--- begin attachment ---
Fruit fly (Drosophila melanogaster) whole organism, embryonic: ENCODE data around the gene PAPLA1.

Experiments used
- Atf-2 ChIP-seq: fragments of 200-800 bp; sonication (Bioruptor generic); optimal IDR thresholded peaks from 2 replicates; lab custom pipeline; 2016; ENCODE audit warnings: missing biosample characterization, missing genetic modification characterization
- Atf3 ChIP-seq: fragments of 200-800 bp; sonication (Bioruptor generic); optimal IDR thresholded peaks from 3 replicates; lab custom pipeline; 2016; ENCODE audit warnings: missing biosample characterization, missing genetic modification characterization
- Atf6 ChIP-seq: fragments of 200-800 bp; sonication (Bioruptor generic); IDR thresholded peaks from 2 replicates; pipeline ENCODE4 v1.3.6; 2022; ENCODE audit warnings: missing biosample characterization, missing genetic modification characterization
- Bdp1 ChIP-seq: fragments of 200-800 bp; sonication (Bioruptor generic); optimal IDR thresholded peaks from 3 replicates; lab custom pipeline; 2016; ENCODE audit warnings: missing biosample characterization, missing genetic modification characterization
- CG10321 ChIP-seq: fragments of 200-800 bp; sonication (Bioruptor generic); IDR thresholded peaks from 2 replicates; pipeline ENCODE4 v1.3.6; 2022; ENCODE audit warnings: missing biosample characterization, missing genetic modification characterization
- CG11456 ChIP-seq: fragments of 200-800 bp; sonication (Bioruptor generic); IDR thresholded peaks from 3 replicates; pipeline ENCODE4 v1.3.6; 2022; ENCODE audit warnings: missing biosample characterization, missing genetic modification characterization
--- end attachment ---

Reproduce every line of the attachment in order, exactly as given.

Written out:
Fruit fly (Drosophila melanogaster) whole organism, embryonic: ENCODE data around the gene PAPLA1.

Experiments used
- Atf-2 ChIP-seq: fragments of 200-800 bp; sonication (Bioruptor generic); optimal IDR thresholded peaks from 2 replicates; lab custom pipeline; 2016; ENCODE audit warnings: missing biosample characterization, missing genetic modification characterization
- Atf3 ChIP-seq: fragments of 200-800 bp; sonication (Bioruptor generic); optimal IDR thresholded peaks from 3 replicates; lab custom pipeline; 2016; ENCODE audit warnings: missing biosample characterization, missing genetic modification characterization
- Atf6 ChIP-seq: fragments of 200-800 bp; sonication (Bioruptor generic); IDR thresholded peaks from 2 replicates; pipeline ENCODE4 v1.3.6; 2022; ENCODE audit warnings: missing biosample characterization, missing genetic modification characterization
- Bdp1 ChIP-seq: fragments of 200-800 bp; sonication (Bioruptor generic); optimal IDR thresholded peaks from 3 replicates; lab custom pipeline; 2016; ENCODE audit warnings: missing biosample characterization, missing genetic modification characterization
- CG10321 ChIP-seq: fragments of 200-800 bp; sonication (Bioruptor generic); IDR thresholded peaks from 2 replicates; pipeline ENCODE4 v1.3.6; 2022; ENCODE audit warnings: missing biosample characterization, missing genetic modification characterization
- CG11456 ChIP-seq: fragments of 200-800 bp; sonication (Bioruptor generic); IDR thresholded peaks from 3 replicates; pipeline ENCODE4 v1.3.6; 2022; ENCODE audit warnings: missing biosample characterization, missing genetic modification characterization